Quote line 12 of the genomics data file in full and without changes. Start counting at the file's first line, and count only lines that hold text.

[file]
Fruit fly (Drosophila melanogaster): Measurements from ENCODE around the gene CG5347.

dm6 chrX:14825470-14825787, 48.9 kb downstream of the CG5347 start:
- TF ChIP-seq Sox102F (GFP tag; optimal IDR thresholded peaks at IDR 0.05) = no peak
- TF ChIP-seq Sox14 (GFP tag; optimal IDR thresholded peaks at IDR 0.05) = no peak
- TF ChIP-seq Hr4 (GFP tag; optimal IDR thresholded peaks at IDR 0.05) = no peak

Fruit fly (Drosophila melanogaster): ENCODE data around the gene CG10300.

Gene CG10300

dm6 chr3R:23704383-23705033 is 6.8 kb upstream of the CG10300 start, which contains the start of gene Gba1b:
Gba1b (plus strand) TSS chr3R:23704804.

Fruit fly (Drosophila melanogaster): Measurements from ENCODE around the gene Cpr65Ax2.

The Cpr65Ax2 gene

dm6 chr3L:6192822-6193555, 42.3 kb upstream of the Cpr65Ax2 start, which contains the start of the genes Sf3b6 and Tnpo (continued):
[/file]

dm6 chr3L:6192822-6193555, 42.3 kb upstream of the Cpr65Ax2 start, which contains the start of the genes Sf3b6 and Tnpo (continued):